The accommodation and public-health-related areas are an aspect unique to cruise vessels, Tao points out. “Sundries, provisions, linen, artwork and plants are best moved to warehouses on shore. Failure to properly manage the hotel facilities will result in microbial growth, mould and dust accumulation. Foul or stale smells can accumulate which are difficult to eliminate. Accommodation areas, life support systems and tanks need to be cleaned, flushed and sanitized. Maintaining a minimum of ventilation with controlled humidity is essential. What is more, the ship’s fire and flooding safety systems need to be fully operable. And the exterior of a vessel can quickly deteriorate, showing black streaks and rust patches. It is important for a cruise line to ensure a clean appearance of its ships, which are very visible to the public. In order to manage all this, the owner needs to have in place a supervision management team, security, agreements with maintenance personnel, a watch regime and a sound maintenance schedule.”
Well-chosen, protected location
Fred. Olsen Cruise Lines decided to take their fleet of four cruise ships to a protected location close to the division headquarters in the UK. “The place we chose outside Edinburgh has a non-tidal basin separated from the Firth of Forth by a lock. Our four ships all fit into this basin and could be kept alongside,” says Frode Brattum. “This reduces their exposure to the elements and the risk of damage significantly. We also have a lot more flexibility with our staff because the people in charge of monitoring the vessels can move between them.” One of them is kept “warm”; this is where the crew members taking care of the vessels are accommodated, Brattum explains. “These are members of each ship’s regular crews, who know their vessels well. Every day they perform a number of checks on their ships and carry our repairs if necessary.”
Addressing air humidity
The biggest concern is humidity and air quality on board, says Brattum. “Air moisture will interfere with everything. If you do not control air quality, not only will all the electronic equipment be ruined but the artwork as well. The wallpaper will come off, and there will be mould everywhere, especially in a moist climate like that of Scotland.” Fred. Olsen have placed dozens of dehumidifiers on their vessels to protect everything that could not be taken to shore facilities.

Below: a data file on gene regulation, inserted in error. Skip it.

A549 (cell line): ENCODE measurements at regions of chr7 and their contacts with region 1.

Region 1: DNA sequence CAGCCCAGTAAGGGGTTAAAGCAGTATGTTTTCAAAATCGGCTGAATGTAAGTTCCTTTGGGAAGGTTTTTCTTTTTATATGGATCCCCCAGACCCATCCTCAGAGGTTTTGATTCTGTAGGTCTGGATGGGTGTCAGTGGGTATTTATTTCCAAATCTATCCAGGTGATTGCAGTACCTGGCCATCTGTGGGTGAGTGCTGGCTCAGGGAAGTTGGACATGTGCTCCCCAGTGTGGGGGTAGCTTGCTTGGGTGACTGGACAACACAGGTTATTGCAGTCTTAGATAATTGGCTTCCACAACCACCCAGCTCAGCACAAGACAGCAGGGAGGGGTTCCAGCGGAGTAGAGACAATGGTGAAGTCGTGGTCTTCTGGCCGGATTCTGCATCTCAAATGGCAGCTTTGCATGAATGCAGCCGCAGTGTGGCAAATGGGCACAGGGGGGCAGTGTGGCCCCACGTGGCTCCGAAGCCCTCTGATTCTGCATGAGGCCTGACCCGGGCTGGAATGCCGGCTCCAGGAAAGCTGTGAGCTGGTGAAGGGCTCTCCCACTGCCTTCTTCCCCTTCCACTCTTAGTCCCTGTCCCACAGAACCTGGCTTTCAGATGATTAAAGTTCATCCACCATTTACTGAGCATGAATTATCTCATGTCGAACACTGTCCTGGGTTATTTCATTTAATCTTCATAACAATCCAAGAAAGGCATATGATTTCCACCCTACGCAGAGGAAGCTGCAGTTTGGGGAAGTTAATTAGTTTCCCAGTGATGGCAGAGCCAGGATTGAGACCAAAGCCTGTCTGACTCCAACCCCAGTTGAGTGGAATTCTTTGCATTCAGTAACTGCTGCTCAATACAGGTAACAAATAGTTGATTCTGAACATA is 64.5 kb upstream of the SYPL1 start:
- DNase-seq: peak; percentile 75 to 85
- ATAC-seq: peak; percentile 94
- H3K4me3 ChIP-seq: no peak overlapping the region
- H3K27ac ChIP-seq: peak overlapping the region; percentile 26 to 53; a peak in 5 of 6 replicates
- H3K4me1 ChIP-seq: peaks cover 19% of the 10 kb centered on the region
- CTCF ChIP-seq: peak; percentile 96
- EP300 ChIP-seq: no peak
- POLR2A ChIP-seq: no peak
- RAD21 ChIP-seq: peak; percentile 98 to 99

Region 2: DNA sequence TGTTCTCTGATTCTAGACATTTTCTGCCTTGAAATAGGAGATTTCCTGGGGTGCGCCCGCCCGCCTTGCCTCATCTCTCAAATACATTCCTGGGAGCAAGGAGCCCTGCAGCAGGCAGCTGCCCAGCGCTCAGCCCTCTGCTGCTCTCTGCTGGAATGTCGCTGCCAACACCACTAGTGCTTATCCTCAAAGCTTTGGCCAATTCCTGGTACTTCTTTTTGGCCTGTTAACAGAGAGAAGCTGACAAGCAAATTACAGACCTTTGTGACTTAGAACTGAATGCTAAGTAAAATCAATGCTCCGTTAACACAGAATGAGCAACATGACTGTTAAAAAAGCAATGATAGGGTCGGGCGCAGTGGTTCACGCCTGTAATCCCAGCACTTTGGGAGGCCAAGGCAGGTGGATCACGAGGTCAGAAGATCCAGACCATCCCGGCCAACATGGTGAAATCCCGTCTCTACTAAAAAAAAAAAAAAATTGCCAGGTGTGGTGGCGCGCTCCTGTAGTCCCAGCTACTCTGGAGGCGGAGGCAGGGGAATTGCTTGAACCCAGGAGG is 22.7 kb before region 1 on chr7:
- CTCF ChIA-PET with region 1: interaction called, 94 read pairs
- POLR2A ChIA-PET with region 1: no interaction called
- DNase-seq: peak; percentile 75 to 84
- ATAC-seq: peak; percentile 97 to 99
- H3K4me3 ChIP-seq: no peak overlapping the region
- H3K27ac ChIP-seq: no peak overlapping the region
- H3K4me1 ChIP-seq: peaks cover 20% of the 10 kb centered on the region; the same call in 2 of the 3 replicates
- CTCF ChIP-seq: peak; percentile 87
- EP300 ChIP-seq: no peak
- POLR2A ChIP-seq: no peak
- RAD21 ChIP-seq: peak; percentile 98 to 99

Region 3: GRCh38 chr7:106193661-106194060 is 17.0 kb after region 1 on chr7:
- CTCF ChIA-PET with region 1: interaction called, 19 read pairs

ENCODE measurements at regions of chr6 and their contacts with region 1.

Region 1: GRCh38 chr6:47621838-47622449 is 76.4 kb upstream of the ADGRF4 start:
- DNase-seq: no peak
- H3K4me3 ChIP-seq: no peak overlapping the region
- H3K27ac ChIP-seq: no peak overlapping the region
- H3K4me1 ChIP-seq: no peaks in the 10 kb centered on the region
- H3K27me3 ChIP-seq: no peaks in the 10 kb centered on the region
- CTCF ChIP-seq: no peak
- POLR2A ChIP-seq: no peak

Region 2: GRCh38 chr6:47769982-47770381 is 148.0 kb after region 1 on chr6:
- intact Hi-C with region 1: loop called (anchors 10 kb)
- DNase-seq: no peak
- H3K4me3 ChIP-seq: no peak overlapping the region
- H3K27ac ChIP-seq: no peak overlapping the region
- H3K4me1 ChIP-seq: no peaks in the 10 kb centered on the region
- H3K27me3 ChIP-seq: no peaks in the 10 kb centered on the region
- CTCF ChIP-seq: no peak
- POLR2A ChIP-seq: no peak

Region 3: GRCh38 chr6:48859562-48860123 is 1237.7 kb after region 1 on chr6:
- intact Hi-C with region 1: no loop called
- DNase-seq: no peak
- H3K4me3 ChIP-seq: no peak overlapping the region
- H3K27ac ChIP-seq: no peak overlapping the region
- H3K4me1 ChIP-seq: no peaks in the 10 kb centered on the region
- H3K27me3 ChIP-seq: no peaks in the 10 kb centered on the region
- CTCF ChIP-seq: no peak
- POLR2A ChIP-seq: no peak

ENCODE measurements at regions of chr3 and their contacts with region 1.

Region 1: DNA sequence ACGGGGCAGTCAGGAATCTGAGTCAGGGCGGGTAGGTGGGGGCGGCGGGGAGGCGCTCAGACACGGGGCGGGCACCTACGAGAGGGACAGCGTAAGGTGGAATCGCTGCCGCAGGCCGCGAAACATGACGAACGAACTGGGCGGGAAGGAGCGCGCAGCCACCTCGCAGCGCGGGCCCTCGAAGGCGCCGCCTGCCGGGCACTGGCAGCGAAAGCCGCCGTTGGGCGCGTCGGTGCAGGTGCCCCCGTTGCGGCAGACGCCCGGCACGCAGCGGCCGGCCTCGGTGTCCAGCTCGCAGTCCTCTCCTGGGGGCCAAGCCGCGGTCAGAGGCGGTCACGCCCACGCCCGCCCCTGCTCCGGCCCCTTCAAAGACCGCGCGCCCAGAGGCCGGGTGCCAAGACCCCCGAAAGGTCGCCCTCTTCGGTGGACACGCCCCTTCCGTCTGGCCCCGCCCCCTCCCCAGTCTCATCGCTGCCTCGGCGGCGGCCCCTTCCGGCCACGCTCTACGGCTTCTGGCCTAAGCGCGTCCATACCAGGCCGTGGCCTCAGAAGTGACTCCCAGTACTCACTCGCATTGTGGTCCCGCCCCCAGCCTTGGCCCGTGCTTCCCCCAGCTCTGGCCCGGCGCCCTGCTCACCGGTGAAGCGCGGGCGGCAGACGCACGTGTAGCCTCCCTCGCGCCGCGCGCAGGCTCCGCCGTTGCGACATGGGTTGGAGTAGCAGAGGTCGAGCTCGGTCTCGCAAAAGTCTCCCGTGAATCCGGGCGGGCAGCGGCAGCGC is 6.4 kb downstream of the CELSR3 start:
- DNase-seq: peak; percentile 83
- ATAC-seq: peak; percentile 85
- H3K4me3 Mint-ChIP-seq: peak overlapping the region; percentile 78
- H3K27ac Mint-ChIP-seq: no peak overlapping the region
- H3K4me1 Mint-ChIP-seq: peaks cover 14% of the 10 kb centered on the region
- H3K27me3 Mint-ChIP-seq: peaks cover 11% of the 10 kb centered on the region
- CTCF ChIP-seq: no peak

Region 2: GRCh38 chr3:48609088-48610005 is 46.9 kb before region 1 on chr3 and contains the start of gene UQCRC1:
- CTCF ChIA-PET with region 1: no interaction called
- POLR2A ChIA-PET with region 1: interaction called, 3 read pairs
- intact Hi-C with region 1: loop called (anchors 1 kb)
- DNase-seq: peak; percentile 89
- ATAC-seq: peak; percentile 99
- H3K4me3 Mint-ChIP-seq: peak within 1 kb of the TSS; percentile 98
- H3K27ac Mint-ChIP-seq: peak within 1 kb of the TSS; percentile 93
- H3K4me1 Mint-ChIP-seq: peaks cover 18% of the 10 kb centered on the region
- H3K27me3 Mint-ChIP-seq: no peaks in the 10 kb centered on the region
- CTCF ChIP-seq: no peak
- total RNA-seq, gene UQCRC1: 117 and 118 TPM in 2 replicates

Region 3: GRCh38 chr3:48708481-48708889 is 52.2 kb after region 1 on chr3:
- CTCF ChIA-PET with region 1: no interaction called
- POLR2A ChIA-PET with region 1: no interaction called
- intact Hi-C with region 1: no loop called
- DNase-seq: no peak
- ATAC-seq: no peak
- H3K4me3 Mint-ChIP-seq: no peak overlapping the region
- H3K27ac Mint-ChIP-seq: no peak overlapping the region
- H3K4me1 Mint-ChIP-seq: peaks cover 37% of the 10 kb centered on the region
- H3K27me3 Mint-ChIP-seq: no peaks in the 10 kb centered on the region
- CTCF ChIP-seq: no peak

Ensuring a smooth recommissioning process
With a sound, risk-based plan in place, starting up a ship after it has been idle should not be unlike taking delivery of a newbuild, says Richard Tao. “The hotel will be ready to receive supplies, and all systems and machinery will be ready to operate. A significant benefit enabling a smooth start-up is a systematic, comprehensive list of what equipment has been subject to what kind of preservation, and what needs to be removed, restored or replaced.
” DNV can step in and provide expert advice at any point in the preparation or recommissioning process, stresses Tao. Fred. Olsen Cruise Lines were in constant dialogue with DNV as the pandemic took its course, and the issue of preserving the ships was part of that conversation, adds Frode Brattum. “The DNV verification, which took about one month to complete, served to assure us that we had taken the right decisions.” To his surprise, holding the related workshop digitally instead of physically on board did not complicate matters. “We were able to cooperate very well electronically. It was easy to deliver the service digitally, which was a great benefit in our eyes.”
Fred. Olsen Cruise Lines are taking a phased approach to reactivating their fleet. They will begin taking passengers again as of 5 July 2021. The fourth and last ship, Braemar, is scheduled to take passengers in April 2022, says Brattum.
Image copyright information
- Darryl Brooks – Shutterstock.com
- Evikka – Shutterstock.com
- Dusan Petkovic – Shutterstock.com